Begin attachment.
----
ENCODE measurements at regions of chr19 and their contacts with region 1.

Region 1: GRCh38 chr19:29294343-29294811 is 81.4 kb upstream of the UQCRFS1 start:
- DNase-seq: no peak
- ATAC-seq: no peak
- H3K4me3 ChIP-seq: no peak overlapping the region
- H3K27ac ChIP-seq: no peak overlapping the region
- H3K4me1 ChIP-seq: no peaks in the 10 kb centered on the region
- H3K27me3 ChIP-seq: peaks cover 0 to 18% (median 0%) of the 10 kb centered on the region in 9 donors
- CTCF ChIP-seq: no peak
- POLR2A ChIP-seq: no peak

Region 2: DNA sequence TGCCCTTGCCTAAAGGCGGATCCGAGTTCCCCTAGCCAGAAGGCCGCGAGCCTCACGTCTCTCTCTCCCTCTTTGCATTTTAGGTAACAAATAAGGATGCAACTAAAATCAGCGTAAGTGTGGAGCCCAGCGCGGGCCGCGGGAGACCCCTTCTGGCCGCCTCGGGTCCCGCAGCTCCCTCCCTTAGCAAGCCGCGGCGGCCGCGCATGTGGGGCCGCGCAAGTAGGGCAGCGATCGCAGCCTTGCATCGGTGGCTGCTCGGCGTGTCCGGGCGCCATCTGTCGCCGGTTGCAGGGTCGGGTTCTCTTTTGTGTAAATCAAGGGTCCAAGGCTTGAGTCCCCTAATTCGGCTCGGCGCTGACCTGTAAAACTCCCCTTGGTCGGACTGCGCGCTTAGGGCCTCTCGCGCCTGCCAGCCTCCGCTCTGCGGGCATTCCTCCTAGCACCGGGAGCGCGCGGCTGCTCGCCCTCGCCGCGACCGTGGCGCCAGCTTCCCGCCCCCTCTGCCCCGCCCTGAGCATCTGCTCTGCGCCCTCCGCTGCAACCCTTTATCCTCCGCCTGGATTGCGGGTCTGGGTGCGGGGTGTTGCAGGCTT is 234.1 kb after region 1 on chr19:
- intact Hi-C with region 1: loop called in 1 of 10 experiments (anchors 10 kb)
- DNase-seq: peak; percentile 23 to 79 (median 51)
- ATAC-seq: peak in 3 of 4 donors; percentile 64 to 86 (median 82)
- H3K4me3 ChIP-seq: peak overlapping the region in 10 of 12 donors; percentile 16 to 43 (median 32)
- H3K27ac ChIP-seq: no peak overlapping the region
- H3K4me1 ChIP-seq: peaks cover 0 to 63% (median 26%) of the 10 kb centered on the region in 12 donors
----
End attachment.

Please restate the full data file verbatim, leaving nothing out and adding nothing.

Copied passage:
ENCODE measurements at regions of chr19 and their contacts with region 1.

Region 1: GRCh38 chr19:29294343-29294811 is 81.4 kb upstream of the UQCRFS1 start:
- DNase-seq: no peak
- ATAC-seq: no peak
- H3K4me3 ChIP-seq: no peak overlapping the region
- H3K27ac ChIP-seq: no peak overlapping the region
- H3K4me1 ChIP-seq: no peaks in the 10 kb centered on the region
- H3K27me3 ChIP-seq: peaks cover 0 to 18% (median 0%) of the 10 kb centered on the region in 9 donors
- CTCF ChIP-seq: no peak
- POLR2A ChIP-seq: no peak

Region 2: DNA sequence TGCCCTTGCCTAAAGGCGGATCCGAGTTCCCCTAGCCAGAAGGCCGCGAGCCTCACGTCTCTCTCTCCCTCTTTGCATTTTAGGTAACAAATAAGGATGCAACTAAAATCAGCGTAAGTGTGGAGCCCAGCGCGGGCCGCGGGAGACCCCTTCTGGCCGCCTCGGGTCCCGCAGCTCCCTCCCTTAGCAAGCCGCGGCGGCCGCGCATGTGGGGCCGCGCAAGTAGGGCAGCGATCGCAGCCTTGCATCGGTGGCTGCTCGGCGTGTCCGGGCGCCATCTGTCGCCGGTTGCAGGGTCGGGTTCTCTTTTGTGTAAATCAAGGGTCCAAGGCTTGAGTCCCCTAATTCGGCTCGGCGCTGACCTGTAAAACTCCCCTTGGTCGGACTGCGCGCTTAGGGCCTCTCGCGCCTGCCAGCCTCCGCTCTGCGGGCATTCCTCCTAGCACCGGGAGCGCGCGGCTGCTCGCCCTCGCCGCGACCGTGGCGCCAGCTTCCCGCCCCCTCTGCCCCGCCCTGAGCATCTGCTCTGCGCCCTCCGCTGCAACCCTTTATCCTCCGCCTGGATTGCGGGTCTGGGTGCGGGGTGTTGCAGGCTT is 234.1 kb after region 1 on chr19:
- intact Hi-C with region 1: loop called in 1 of 10 experiments (anchors 10 kb)
- DNase-seq: peak; percentile 23 to 79 (median 51)
- ATAC-seq: peak in 3 of 4 donors; percentile 64 to 86 (median 82)
- H3K4me3 ChIP-seq: peak overlapping the region in 10 of 12 donors; percentile 16 to 43 (median 32)
- H3K27ac ChIP-seq: no peak overlapping the region
- H3K4me1 ChIP-seq: peaks cover 0 to 63% (median 26%) of the 10 kb centered on the region in 12 donors